WiFi Signal is a really handy app to have running on your Mac. It sits in the menu bar and gives constant updates about the health of your Wi-Fi signal. We’ve written about using the Airport Utility app on iOS, but the Mac offers some even better tools. Third-party apps cannot access the Wi-Fi radios on iOS, so that is why we are limited to Apple’s built-in tools.
When you first launch Wi-Fi Signal, you’ll see a new menu bar item with a cell phone-like bar system. Once you click on it, you’ll see a lot of interesting data: IP address, MAC address of the access point, band, channel, Wi-Fi standard (g/n/ac), vendor of the AP, signal quality, SNR, noise, signal, and data rate.
If you aren’t a Wi-Fi geek, some of these items might not make sense, so let’s explain what they mean:
The IP address is helpful if you need to ping a device that is struggling to get online. From a terminal window on your Mac, you can ping the IP address of the device in question and see if you get a response.
MAC stands for Media Access Control. All network-enabled devices have one. It’s a unique identifier assigned to network interfaces. If your Mac has ethernet and Wi-Fi, each medium has its own address.
Band and Channel
The Wi-Fi band information is helpful if you’ve got interference. Wi-Fi operates on channels. 2.4 GHz only has 3 non-overlapping channels (1,6,11), while 5 GHz has anywhere from 19-23 depending on the country. If you live in an apartment, you likely have interference issues on 2.4 GHz. It’s very wise to try to isolate devices to 5GHz when they support it. While it’s not possible to turn off 2.4 GHz on the Airport Extreme, you can create a separate 5 GHz network and only connect to it. One caveat to 5GHz is that it doesn’t penetrate walls as well as 2.4 GHz. If you are really trying to stretch your signal, 2.4 GHz may be your only option.
Most devices sold in 2015 come with 802.11ac, but they are backwards compatible with 802.11g and 11n. This is simply which Wi-Fi standard the device supports. While there are a lot of technical differences between them, here are the basics:
- 11ac is a lot faster than 11n, but only operates on 5 Ghz.
- 11n operates on 5 Ghz and 2.4 Ghz, and is quite a bit faster than 11g.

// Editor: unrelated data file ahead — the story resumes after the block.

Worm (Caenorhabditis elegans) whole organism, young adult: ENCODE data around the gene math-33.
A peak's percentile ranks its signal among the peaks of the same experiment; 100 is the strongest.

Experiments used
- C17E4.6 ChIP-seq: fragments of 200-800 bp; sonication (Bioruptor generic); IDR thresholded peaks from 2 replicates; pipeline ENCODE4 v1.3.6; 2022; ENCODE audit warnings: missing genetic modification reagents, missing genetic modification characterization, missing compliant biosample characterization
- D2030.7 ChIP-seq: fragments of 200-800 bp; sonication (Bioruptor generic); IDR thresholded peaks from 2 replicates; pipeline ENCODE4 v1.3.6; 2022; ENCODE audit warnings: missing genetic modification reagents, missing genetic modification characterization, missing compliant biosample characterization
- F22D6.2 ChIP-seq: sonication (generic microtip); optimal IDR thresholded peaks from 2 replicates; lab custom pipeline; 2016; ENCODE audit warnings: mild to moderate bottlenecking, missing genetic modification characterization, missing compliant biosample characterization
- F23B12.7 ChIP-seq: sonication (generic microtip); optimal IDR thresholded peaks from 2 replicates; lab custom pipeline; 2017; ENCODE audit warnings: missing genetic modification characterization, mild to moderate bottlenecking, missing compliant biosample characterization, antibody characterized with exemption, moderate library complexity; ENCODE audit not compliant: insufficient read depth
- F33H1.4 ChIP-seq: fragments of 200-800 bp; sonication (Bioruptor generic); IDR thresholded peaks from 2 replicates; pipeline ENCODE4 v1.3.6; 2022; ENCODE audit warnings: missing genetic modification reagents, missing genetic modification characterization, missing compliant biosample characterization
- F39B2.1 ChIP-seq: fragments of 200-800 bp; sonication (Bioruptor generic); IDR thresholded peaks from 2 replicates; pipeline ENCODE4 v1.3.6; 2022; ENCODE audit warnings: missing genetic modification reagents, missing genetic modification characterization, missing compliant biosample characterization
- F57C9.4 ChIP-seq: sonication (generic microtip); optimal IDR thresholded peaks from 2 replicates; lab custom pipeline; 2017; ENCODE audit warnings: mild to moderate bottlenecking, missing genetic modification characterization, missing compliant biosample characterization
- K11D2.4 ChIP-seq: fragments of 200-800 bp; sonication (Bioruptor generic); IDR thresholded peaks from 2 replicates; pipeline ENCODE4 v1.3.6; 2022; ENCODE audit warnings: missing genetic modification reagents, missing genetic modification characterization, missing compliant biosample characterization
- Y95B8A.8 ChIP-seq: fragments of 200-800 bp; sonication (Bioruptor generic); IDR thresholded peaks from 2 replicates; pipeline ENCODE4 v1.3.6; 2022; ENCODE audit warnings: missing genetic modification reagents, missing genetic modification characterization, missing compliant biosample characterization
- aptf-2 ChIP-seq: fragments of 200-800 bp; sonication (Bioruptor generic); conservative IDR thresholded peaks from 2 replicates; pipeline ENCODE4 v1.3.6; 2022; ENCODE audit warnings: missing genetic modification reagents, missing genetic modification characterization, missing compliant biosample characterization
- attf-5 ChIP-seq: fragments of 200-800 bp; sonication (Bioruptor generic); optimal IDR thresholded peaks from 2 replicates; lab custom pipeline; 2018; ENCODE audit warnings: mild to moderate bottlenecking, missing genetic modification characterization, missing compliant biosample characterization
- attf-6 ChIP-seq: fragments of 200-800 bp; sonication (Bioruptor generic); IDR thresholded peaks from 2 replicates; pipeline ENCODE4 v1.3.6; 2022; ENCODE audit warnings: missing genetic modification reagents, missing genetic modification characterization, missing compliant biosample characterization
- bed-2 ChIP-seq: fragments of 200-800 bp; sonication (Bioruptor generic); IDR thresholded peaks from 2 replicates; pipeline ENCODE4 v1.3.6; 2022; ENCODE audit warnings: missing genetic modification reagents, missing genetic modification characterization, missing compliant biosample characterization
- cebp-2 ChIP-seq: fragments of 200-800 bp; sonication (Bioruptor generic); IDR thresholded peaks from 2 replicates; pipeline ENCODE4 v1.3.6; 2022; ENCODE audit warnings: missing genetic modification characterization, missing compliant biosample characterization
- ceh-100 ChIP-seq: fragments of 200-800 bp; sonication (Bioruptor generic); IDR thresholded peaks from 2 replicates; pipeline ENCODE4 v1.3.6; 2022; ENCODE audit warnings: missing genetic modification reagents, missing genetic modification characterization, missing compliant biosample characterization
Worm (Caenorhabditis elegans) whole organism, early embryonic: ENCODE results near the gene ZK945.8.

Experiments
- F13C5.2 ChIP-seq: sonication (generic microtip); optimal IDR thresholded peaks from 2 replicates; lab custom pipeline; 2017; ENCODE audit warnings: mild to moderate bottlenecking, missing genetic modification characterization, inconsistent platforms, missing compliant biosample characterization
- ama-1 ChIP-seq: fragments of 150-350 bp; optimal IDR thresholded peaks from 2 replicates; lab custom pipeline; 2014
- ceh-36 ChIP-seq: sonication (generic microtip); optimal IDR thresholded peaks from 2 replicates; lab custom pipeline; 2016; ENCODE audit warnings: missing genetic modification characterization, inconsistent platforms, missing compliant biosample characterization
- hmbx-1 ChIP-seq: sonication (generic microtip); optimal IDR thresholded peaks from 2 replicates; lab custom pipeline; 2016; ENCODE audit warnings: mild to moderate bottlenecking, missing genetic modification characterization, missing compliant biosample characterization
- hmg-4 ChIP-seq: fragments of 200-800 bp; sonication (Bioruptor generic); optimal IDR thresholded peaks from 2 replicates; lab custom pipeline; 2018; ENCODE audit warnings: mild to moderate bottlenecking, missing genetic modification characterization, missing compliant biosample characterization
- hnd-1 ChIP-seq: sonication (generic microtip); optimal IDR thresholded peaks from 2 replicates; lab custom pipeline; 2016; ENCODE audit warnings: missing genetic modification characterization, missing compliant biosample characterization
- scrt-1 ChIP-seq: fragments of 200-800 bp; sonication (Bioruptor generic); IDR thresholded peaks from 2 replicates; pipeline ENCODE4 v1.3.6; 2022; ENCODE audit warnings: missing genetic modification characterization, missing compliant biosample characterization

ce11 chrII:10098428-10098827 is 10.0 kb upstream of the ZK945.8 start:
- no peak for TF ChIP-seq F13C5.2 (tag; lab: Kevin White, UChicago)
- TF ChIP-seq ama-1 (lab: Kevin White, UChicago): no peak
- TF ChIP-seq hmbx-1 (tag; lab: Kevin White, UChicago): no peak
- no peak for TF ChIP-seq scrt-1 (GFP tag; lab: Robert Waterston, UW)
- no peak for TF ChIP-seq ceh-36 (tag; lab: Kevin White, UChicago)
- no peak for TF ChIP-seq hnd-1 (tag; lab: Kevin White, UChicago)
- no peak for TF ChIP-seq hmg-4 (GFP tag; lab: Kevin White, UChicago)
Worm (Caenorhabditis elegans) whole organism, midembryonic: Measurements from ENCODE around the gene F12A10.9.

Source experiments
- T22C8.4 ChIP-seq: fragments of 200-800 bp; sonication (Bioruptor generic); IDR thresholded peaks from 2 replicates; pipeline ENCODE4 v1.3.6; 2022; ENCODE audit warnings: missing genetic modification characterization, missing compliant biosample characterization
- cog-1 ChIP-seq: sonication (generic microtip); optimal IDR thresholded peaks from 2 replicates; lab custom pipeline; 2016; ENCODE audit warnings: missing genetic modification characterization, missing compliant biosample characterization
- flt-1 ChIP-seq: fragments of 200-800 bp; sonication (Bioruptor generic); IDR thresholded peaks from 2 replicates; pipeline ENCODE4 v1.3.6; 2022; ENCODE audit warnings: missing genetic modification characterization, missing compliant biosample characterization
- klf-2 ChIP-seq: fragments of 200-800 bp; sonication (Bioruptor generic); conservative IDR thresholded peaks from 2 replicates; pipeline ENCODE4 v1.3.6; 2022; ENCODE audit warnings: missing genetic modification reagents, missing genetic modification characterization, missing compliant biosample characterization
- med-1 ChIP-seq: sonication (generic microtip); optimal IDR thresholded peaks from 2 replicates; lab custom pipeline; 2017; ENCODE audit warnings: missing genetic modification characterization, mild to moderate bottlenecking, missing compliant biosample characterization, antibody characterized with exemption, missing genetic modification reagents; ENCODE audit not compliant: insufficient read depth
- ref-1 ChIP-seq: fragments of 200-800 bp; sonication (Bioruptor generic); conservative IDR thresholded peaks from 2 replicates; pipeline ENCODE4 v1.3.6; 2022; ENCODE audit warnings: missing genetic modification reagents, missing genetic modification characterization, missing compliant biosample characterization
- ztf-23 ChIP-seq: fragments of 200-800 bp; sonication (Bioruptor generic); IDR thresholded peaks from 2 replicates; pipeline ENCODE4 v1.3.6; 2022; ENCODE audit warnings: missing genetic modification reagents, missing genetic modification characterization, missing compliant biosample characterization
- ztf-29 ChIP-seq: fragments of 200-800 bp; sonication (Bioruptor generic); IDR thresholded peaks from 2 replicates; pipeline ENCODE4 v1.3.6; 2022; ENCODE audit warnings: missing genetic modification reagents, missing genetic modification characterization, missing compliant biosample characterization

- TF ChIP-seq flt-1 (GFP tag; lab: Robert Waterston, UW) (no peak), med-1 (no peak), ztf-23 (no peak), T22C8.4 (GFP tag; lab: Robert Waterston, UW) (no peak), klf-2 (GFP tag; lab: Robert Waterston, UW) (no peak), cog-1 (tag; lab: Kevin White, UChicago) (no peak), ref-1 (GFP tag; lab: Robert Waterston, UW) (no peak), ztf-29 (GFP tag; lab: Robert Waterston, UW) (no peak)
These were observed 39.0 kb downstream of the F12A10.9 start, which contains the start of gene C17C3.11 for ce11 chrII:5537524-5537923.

- 11g operates on 2.4 Ghz only.
This is the manufacturer of the actual access point. As you can see in the photo, I am currently at home using my AirPort Extreme, but my Mac is only capable of 802.11n. At work, this would say Aerohive since I use their products for our corporate network.
Signal Quality, SNR, and Noise
Signal quality is estimated based on the SNR (signal to noise ratio).
- SNR above 40 dB – Excellent
- SNR between 25 dB and 40 dB – Good
- SNR between 15 dB and 25 dB – Poor
- SNR between 10 dB and 15 dB – Very Poor
- SNR lower 10 dB – Extremely Poor
Noise is just what it sounds like. Wi-Fi devices are talking back and forth. The client talks to the access point (AP) and then listens back. The AP does the same. If there is a lot of other RF in the air, this makes it harder to hear. One thing to note is that other Wi-Fi networks do not cause noise. Competing Wi-Fi networks cause interference. Noise on the 2.4 Ghz band might come from bluetooth or a cordless phone, as they also use the same 2.4 Ghz band.
The data rate is a very useful column for the home IT person. If you are wondering why your Apple TV is constantly buffering, this is a good place to start. If it’s a long way from your router, it might have a low data rate. Let’s use a 15 MB data rate as an example.
You may be thinking that 15 MB seems fast enough for Netflix. 15 MB might be, but data rate isn’t the actual throughput. Data rate is the maximum speed that data can move across the network to another device or router. This happens at the physical layer (see OSI Model). Streaming Netflix actually happens at the application layer. The throughput speed will always be less than the data rate. A 300 MB data rate might be 120-150 MB on throughput. A 15 MB data rate might be 4-7 MB in actual throughput. Wi-Fi is also a shared medium, so if you are using this Apple TV on the porch and your spouse is on the porch watching YouTube clips, there is less Wi-Fi to go around. Therefore, if a device is showing a low data rate, that’s probably the cause for buffering or slowness.
If you like this app, you might check out WiFi Explorer from the same developer.
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